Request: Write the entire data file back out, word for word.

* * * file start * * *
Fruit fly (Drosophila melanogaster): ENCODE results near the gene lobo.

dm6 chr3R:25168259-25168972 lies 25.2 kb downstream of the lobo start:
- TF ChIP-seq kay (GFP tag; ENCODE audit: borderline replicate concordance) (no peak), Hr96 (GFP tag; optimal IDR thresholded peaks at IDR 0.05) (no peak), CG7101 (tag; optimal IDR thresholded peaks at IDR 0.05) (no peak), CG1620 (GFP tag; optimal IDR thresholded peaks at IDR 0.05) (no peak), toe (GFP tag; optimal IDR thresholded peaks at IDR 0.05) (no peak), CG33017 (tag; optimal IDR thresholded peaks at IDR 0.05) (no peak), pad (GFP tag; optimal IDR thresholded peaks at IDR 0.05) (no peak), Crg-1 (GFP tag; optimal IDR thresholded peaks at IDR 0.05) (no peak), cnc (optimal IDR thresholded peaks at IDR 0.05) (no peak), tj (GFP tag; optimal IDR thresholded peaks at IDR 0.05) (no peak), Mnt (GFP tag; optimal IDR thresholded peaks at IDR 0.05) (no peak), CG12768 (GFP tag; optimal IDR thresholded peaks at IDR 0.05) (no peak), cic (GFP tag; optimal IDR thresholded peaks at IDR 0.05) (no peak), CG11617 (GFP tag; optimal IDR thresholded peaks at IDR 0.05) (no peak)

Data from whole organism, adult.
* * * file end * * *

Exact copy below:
Fruit fly (Drosophila melanogaster): ENCODE results near the gene lobo.

dm6 chr3R:25168259-25168972 lies 25.2 kb downstream of the lobo start:
- TF ChIP-seq kay (GFP tag; ENCODE audit: borderline replicate concordance) (no peak), Hr96 (GFP tag; optimal IDR thresholded peaks at IDR 0.05) (no peak), CG7101 (tag; optimal IDR thresholded peaks at IDR 0.05) (no peak), CG1620 (GFP tag; optimal IDR thresholded peaks at IDR 0.05) (no peak), toe (GFP tag; optimal IDR thresholded peaks at IDR 0.05) (no peak), CG33017 (tag; optimal IDR thresholded peaks at IDR 0.05) (no peak), pad (GFP tag; optimal IDR thresholded peaks at IDR 0.05) (no peak), Crg-1 (GFP tag; optimal IDR thresholded peaks at IDR 0.05) (no peak), cnc (optimal IDR thresholded peaks at IDR 0.05) (no peak), tj (GFP tag; optimal IDR thresholded peaks at IDR 0.05) (no peak), Mnt (GFP tag; optimal IDR thresholded peaks at IDR 0.05) (no peak), CG12768 (GFP tag; optimal IDR thresholded peaks at IDR 0.05) (no peak), cic (GFP tag; optimal IDR thresholded peaks at IDR 0.05) (no peak), CG11617 (GFP tag; optimal IDR thresholded peaks at IDR 0.05) (no peak)

Data from whole organism, adult.